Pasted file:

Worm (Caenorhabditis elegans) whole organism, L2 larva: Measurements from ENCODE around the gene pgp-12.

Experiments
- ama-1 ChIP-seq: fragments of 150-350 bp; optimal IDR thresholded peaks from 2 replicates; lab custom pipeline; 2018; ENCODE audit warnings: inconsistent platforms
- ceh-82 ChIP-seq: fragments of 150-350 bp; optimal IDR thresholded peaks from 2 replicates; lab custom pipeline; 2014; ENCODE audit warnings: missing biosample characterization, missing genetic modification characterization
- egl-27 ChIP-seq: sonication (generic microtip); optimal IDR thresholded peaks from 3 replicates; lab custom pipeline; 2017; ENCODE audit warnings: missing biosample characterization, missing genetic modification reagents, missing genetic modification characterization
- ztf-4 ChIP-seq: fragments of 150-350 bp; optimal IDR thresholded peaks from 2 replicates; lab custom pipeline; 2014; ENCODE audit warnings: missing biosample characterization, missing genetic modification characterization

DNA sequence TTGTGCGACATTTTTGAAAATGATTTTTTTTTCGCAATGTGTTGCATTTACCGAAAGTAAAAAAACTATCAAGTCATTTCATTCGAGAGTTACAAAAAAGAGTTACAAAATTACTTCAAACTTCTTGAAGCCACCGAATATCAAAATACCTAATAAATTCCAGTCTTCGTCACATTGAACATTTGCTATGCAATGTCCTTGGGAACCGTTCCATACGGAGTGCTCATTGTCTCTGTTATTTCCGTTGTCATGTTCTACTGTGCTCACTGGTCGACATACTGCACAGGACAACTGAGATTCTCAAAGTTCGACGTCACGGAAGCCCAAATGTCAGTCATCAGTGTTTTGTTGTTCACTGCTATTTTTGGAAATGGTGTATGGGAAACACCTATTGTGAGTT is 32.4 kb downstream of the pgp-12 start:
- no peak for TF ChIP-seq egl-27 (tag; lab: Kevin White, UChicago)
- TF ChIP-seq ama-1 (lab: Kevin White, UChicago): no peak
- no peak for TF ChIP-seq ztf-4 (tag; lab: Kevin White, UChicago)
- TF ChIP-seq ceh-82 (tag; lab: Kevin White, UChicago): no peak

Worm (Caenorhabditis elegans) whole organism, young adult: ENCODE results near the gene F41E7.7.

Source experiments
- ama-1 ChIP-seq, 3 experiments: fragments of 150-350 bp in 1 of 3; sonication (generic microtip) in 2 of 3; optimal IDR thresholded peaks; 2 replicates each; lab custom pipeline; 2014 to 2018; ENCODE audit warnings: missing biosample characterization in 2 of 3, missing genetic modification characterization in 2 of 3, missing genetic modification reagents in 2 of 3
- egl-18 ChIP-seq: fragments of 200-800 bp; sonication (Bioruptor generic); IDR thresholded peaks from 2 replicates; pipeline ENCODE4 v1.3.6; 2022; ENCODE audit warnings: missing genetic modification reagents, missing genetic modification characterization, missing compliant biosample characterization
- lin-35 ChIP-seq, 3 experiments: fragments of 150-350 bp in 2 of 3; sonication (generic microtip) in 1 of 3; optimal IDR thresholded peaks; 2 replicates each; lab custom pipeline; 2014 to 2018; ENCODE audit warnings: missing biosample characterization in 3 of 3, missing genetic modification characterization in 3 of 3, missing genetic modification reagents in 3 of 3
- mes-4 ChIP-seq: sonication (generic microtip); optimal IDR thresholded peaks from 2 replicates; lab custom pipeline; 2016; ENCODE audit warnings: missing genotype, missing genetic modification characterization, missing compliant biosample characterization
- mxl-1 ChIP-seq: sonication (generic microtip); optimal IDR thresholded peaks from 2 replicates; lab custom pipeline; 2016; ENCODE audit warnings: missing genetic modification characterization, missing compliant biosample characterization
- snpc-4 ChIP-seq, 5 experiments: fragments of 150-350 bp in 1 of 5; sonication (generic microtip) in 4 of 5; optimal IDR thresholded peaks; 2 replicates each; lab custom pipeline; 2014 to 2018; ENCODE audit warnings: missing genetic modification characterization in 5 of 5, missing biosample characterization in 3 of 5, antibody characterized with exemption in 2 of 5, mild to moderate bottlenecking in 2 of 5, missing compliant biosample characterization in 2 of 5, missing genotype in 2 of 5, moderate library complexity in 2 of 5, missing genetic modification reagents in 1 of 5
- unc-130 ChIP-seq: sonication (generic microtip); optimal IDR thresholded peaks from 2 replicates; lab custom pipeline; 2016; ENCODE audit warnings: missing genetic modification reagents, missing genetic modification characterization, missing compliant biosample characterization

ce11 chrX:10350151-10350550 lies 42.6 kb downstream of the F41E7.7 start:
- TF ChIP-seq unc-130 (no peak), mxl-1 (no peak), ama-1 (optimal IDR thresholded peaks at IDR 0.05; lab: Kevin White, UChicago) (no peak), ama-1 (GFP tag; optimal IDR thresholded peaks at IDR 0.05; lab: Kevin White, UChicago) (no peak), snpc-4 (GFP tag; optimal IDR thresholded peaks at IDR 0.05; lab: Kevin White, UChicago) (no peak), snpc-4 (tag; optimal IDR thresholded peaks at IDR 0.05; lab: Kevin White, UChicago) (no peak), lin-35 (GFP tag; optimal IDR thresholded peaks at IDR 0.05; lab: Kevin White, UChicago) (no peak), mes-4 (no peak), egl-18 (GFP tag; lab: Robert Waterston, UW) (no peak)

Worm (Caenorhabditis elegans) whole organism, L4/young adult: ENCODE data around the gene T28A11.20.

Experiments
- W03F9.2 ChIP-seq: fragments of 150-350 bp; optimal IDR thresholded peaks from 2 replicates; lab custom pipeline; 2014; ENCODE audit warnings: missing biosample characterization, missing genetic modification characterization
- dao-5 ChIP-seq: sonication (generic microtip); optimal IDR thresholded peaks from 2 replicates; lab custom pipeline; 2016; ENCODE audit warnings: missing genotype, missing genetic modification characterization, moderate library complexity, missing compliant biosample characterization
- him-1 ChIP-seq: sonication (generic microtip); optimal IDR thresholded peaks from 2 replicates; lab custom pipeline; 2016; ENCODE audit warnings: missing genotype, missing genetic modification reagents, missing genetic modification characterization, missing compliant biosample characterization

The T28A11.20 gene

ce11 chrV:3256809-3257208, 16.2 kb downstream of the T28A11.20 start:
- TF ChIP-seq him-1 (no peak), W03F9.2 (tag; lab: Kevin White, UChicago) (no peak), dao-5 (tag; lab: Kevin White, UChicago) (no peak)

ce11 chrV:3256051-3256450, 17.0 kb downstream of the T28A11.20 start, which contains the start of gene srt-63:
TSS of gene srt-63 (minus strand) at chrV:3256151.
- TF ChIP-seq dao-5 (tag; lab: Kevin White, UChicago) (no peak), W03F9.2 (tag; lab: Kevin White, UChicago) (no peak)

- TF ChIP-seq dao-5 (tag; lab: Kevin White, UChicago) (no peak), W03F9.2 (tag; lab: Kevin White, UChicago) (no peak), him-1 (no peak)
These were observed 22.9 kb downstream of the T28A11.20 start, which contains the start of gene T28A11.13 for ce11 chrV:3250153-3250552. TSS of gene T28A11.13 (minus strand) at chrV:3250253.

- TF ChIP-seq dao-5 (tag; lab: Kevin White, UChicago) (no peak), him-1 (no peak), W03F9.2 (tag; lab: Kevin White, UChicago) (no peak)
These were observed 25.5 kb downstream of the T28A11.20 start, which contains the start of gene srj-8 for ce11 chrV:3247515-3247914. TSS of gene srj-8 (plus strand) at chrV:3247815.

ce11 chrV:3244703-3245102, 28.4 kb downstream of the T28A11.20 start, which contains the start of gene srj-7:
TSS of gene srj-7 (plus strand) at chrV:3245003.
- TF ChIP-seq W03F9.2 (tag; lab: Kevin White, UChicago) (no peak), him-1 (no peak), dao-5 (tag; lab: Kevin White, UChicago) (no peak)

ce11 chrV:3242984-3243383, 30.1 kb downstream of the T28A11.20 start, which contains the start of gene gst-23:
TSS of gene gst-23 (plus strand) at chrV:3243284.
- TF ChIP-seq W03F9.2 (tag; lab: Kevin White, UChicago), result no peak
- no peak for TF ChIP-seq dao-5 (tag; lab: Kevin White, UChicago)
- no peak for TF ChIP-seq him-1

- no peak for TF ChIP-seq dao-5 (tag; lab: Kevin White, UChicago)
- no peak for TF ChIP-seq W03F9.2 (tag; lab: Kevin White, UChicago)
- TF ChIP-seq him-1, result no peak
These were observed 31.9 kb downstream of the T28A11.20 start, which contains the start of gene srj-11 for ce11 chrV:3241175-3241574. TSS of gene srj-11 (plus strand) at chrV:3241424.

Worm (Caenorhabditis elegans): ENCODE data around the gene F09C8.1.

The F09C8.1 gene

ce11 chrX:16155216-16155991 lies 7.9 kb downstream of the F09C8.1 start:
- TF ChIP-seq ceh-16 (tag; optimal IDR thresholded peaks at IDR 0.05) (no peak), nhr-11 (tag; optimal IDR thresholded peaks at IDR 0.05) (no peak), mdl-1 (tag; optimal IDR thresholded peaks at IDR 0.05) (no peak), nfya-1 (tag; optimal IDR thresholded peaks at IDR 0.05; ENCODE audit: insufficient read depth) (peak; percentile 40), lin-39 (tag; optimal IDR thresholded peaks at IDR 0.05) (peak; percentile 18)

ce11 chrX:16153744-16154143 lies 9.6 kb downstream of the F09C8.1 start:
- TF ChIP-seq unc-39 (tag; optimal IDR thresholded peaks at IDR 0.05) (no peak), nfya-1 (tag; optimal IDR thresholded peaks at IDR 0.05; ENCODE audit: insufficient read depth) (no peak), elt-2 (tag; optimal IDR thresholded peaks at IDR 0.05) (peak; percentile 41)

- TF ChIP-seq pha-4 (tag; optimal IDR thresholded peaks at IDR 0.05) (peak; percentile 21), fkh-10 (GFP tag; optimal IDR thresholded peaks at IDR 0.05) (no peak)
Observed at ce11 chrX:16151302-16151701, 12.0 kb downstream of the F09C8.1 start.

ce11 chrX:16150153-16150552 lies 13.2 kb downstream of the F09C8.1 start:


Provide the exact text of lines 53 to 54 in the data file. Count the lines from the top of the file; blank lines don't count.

- TF ChIP-seq ceh-16 (tag; optimal IDR thresholded peaks at IDR 0.05) (no peak), nhr-11 (tag; optimal IDR thresholded peaks at IDR 0.05) (no peak), mdl-1 (tag; optimal IDR thresholded peaks at IDR 0.05) (no peak), nfya-1 (tag; optimal IDR thresholded peaks at IDR 0.05; ENCODE audit: insufficient read depth) (peak; percentile 40), lin-39 (tag; optimal IDR thresholded peaks at IDR 0.05) (peak; percentile 18)

ce11 chrX:16153744-16154143 lies 9.6 kb downstream of the F09C8.1 start: